Ringing Up A Career In Retail

Avid consumerism has made this industry a new option for aggressive job seekers. Here's how you can register a good career move.

by Saks after five years in the wholesale arena and two years in retail sales at a New York leather company–sets aside choice items before they even hit the sales floor. He coordinates outfits with shoes and accessories, then schedules a fitting time. He may have their packages sent to their home or business via messenger. If need be, he’ll send them by express mail to a business meeting in London or a summer home in the South of France. “It’s customer service of the highest order,” says Grier, who remembers his customers’ birthdays with flowers or perfume–at Saks’ expense. “The better you can serve them, the more money you make.”

And more money can be had by many. According to the Bureau of Labor Statistics, the number of jobs in the retail trade is projected to rise 13% from 1994 to the year 2005. This increase will be fueled by a growing population that will have more money to spend. Much of this growth is projected to take place in the food and apparel/accessories industries.

To address the projected personnel demands, companies are shoring up their staffs. For example, Federated Department Stores, operator of Bloomingdale’s, Macy’s and Rich’s, will hire nearly 500 recruits for its executive training classes this year. But with few visible African American role models in high-paying retail positions, many never see the buying, merchandising and operations opportunities beyond the more common jobs of clerk and cashier.

Still, they do exist. The nation’s largest retailers boast many African Americans at the store manager level. Depending on the chain, size of the store and the market, store managers make $60,000-$120,000 a year. Buyers at major chains are responsible for several hundred million dollars worth of sales. Trainees for such positions start at around $30,000, but can double their salaries within five years. There are also great prospects for merchandisers who determine which items are displayed on a showroom floor, and product developers who develop store- brand designs and goods. African Americans are less represented in these two careers, which can easily garner six-digit salaries at most large retailers.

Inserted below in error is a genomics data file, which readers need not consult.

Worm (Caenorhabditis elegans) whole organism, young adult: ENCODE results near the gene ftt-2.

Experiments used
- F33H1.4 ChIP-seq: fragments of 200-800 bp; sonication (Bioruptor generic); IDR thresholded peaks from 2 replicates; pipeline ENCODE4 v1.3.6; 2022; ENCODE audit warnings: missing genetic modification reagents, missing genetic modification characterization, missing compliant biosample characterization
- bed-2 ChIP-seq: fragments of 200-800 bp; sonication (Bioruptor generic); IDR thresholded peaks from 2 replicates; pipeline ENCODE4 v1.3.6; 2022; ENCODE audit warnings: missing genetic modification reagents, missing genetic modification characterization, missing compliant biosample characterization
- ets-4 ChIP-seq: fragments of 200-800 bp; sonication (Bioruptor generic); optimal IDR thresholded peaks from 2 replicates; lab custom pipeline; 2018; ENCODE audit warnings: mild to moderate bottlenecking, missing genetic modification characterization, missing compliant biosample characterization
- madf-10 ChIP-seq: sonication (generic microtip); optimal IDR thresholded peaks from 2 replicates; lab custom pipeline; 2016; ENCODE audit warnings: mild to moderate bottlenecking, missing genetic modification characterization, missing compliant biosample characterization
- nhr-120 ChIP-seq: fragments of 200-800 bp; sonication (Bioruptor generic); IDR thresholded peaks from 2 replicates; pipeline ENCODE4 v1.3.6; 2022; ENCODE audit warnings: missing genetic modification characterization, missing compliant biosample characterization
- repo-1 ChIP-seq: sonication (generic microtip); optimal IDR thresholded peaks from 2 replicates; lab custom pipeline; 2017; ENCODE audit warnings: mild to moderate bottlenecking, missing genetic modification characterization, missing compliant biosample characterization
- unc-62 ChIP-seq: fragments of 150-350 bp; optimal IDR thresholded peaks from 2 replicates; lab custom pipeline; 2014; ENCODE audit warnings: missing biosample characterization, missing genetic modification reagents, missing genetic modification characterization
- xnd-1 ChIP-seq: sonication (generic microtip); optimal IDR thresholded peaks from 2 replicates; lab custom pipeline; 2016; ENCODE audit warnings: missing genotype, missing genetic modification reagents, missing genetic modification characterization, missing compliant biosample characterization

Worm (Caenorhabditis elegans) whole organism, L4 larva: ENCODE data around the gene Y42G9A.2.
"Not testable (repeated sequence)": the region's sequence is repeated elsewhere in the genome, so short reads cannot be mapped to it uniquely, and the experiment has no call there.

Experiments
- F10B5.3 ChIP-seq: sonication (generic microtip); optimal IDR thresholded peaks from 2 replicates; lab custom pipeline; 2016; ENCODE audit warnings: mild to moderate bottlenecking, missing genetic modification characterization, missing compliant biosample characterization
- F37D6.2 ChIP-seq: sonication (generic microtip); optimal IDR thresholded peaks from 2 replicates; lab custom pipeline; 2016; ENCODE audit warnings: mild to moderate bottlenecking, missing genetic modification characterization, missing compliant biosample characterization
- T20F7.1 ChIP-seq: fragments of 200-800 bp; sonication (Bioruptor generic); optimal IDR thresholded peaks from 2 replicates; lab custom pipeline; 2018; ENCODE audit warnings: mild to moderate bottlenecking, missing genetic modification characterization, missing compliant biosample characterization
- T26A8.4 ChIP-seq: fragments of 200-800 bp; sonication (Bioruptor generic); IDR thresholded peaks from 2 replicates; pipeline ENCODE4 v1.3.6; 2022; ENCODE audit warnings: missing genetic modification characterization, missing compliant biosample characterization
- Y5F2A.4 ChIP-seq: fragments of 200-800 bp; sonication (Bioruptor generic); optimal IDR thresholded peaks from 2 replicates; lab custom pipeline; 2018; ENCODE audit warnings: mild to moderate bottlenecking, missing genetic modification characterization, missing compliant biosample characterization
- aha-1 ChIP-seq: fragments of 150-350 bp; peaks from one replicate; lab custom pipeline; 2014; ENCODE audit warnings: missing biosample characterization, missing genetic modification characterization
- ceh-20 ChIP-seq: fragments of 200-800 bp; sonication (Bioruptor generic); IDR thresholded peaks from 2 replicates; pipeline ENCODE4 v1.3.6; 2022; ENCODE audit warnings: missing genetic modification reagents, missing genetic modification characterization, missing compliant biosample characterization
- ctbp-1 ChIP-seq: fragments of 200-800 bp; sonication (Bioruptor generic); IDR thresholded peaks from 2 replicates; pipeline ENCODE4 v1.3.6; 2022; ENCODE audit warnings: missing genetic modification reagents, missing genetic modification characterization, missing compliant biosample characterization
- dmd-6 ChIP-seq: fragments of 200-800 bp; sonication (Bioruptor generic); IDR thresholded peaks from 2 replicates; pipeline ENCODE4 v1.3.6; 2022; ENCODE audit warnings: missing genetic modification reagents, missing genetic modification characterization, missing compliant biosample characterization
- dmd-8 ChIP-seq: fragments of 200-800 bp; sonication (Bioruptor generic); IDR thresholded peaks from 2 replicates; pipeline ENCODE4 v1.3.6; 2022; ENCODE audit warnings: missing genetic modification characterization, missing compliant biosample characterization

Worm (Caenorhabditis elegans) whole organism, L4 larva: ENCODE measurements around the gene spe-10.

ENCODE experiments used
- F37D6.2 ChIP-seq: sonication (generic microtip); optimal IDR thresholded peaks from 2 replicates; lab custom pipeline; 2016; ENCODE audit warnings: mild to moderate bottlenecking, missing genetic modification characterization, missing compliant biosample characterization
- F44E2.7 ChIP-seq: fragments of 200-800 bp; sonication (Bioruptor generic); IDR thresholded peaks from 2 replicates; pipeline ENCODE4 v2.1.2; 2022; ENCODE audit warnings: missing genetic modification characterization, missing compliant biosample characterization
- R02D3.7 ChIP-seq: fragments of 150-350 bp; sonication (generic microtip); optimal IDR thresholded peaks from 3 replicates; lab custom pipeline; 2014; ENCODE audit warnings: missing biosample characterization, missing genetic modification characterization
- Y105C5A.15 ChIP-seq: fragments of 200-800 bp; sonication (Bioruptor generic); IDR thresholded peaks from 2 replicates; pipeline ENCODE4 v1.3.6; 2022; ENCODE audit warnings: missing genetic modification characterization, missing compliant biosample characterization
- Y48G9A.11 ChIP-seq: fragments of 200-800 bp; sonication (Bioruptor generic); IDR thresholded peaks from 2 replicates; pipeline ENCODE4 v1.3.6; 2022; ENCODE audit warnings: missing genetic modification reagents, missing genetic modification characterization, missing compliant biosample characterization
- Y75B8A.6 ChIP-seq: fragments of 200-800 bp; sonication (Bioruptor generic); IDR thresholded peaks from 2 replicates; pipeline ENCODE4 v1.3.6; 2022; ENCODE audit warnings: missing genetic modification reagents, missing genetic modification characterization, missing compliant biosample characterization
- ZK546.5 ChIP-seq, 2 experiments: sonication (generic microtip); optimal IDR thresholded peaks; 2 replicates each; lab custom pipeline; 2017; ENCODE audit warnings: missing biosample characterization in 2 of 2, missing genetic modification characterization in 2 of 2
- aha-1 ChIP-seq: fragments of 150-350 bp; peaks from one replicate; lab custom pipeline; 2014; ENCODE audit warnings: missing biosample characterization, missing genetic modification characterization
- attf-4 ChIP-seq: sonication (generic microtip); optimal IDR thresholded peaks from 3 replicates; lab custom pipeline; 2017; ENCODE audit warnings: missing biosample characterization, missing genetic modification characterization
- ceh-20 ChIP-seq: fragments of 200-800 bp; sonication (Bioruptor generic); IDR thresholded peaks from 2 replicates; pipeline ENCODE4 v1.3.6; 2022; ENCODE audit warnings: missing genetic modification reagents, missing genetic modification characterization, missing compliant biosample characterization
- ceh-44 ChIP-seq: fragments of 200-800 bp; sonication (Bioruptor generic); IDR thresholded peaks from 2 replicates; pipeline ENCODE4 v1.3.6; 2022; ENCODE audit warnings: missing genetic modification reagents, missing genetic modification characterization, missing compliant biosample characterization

There are almost as many paths up the retail career ladder as there are retailers. Some stores such as Nordstrom, renowned for its strong “promote-from-within” philosophy, enlist virtually every hire for a tour of duty on the selling floor. Others, such as Federated and Target Stores, a general merchandise discount chain, have stringent professional training programs take take college graduates through rigorous cross-disciplinary training where they learn everything from advertising to distribution to sales. Human resources executives in the industry say that while some hires come from undergraduate business or M.B.A. programs, most come from liberal arts backgrounds.

Take Darrell Tucker, who graduated from Northwestern University in 1977 with a degree in philosophy and sociology. After school, Tucker entered discount retailer Montgomery Ward as an assistant buyer trainee and was quickly promoted to associate buyer before he moved to Target in 1981. After starting as an assistant buyer-distributor, he rose to

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